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It takes two—coincidence coding within the dual olfactory pathway of the honeybee

Please always quote using this URN: urn:nbn:de:bvb:20-opus-126179
  • To rapidly process biologically relevant stimuli, sensory systems have developed a broad variety of coding mechanisms like parallel processing and coincidence detection. Parallel processing (e.g., in the visual system), increases both computational capacity and processing speed by simultaneously coding different aspects of the same stimulus. Coincidence detection is an efficient way to integrate information from different sources. Coincidence has been shown to promote associative learning and memory or stimulus feature detection (e.g., inTo rapidly process biologically relevant stimuli, sensory systems have developed a broad variety of coding mechanisms like parallel processing and coincidence detection. Parallel processing (e.g., in the visual system), increases both computational capacity and processing speed by simultaneously coding different aspects of the same stimulus. Coincidence detection is an efficient way to integrate information from different sources. Coincidence has been shown to promote associative learning and memory or stimulus feature detection (e.g., in auditory delay lines). Within the dual olfactory pathway of the honeybee both of these mechanisms might be implemented by uniglomerular projection neurons (PNs) that transfer information from the primary olfactory centers, the antennal lobe (AL), to a multimodal integration center, the mushroom body (MB). PNs from anatomically distinct tracts respond to the same stimulus space, but have different physiological properties, characteristics that are prerequisites for parallel processing of different stimulus aspects. However, the PN pathways also display mirror-imaged like anatomical trajectories that resemble neuronal coincidence detectors as known from auditory delay lines. To investigate temporal processing of olfactory information, we recorded PN odor responses simultaneously from both tracts and measured coincident activity of PNs within and between tracts. Our results show that coincidence levels are different within each of the two tracts. Coincidence also occurs between tracts, but to a minor extent compared to coincidence within tracts. Taken together our findings support the relevance of spike timing in coding of olfactory information (temporal code).show moreshow less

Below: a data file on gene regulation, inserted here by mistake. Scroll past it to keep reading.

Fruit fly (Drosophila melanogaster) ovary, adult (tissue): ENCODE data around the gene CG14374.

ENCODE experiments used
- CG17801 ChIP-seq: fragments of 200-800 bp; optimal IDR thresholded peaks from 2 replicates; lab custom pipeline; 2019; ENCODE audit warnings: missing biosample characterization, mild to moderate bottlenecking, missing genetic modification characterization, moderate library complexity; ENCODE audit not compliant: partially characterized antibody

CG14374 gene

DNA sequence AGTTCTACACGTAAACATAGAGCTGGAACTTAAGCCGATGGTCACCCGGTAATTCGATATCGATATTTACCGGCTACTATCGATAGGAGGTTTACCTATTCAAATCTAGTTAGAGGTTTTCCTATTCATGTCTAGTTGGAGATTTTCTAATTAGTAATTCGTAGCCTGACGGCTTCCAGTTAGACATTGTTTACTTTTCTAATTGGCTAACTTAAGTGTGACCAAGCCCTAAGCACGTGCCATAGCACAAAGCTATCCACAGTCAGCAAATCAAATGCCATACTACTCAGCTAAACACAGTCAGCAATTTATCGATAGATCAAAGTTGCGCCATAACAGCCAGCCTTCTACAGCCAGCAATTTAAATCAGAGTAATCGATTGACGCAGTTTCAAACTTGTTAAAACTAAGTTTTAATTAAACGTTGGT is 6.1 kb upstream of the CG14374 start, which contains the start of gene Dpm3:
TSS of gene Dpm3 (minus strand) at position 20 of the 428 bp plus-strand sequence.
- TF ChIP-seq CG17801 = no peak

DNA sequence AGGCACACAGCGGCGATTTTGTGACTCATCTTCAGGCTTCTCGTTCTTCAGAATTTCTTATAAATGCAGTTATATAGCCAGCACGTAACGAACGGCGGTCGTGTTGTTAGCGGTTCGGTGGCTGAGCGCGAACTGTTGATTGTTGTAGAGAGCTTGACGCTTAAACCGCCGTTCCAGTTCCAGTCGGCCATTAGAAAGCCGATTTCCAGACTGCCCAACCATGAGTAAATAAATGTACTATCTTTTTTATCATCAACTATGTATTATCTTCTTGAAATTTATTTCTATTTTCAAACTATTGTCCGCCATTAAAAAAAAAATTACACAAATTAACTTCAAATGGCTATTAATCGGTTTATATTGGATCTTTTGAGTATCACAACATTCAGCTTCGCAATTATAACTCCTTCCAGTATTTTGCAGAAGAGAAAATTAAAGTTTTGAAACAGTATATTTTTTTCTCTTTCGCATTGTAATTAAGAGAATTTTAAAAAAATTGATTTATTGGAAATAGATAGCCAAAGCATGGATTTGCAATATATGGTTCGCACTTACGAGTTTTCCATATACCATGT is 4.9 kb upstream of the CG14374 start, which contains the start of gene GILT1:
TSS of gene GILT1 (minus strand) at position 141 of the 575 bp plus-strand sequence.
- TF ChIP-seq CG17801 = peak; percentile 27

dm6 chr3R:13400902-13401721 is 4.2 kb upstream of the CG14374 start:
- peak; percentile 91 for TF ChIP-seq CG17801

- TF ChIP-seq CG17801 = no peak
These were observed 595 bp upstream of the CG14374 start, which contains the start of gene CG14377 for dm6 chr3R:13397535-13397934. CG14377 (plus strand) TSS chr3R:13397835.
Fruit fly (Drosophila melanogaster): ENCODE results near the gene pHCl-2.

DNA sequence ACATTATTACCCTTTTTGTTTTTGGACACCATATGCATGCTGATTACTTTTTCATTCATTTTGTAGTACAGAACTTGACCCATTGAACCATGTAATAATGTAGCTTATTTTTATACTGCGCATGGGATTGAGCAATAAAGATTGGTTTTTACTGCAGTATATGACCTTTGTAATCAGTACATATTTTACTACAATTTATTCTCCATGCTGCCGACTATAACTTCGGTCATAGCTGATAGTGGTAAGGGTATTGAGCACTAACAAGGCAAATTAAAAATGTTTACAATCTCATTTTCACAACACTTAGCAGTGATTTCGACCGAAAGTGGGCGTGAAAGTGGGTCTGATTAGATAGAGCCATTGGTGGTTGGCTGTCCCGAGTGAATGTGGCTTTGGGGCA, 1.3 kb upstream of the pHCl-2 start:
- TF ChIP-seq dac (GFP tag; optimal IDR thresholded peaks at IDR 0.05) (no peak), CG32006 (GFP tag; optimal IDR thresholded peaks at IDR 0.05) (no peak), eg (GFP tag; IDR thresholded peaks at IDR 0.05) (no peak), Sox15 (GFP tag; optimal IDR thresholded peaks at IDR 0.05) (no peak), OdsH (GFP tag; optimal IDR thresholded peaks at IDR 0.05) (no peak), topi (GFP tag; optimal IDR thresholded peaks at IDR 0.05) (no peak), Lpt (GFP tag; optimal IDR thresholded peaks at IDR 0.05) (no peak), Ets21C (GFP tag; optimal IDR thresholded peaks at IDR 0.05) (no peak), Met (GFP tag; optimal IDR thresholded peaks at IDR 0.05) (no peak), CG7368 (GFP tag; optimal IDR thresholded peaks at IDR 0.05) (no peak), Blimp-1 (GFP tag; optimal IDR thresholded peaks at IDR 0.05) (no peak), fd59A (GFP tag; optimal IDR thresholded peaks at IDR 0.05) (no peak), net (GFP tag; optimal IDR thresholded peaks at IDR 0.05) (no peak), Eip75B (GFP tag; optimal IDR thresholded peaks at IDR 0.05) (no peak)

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Metadaten
Author: Martin F. Brill, Anneke Meyer, Wolfgang Roessler
URN:urn:nbn:de:bvb:20-opus-126179
Document Type:Journal article
Faculties:Fakultät für Biologie / Theodor-Boveri-Institut für Biowissenschaften
Language:English
Parent Title (English):Frontiers in Physiology
Year of Completion:2015
Volume:6
Issue:208
Source:Frontiers in Physiology 6:208. doi: 10.3389/fphys.2015.00208
DOI:https://doi.org/10.3389/fphys.2015.00208
Dewey Decimal Classification:5 Naturwissenschaften und Mathematik / 57 Biowissenschaften; Biologie / 570 Biowissenschaften; Biologie
Tag:antennal lobe; coincidence; insect; multi-electrode-recording; mushroom body; olfaction
Release Date:2016/01/29
Collections:Open-Access-Publikationsfonds / Förderzeitraum 2015
Licence (German):License LogoCC BY: Creative-Commons-Lizenz: Namensnennung